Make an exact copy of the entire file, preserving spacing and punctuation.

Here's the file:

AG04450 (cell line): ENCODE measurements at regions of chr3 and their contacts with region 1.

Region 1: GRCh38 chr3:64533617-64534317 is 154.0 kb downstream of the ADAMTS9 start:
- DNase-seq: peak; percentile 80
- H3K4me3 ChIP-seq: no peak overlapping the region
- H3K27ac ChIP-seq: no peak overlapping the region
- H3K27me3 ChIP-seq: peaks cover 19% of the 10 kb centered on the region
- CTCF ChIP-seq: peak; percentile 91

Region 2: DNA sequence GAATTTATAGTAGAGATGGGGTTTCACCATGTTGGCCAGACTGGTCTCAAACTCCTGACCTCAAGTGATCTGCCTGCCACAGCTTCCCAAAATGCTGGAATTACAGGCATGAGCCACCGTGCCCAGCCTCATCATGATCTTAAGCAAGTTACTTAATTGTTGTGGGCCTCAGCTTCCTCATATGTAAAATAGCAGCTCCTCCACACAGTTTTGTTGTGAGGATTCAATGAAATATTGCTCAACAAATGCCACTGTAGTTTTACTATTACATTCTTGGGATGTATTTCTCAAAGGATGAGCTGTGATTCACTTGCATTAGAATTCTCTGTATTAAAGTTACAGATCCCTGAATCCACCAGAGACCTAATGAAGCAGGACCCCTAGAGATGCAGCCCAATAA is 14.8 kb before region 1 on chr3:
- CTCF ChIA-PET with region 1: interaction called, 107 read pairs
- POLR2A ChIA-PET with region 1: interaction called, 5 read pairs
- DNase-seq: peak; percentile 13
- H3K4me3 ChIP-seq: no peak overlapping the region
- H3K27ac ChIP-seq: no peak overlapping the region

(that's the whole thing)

AG04450 (cell line): ENCODE measurements at regions of chr3 and their contacts with region 1.

Region 1: GRCh38 chr3:64533617-64534317 is 154.0 kb downstream of the ADAMTS9 start:
- DNase-seq: peak; percentile 80
- H3K4me3 ChIP-seq: no peak overlapping the region
- H3K27ac ChIP-seq: no peak overlapping the region
- H3K27me3 ChIP-seq: peaks cover 19% of the 10 kb centered on the region
- CTCF ChIP-seq: peak; percentile 91

Region 2: DNA sequence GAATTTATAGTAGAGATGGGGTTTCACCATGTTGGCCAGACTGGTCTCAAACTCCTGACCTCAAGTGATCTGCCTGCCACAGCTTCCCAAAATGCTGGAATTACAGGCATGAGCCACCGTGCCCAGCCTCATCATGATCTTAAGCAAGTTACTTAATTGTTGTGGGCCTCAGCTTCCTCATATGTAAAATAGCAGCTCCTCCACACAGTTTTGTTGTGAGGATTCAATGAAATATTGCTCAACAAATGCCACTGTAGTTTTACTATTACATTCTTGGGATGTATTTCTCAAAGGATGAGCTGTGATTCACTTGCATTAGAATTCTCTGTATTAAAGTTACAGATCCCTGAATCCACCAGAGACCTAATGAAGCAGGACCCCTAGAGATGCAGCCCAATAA is 14.8 kb before region 1 on chr3:
- CTCF ChIA-PET with region 1: interaction called, 107 read pairs
- POLR2A ChIA-PET with region 1: interaction called, 5 read pairs
- DNase-seq: peak; percentile 13
- H3K4me3 ChIP-seq: no peak overlapping the region
- H3K27ac ChIP-seq: no peak overlapping the region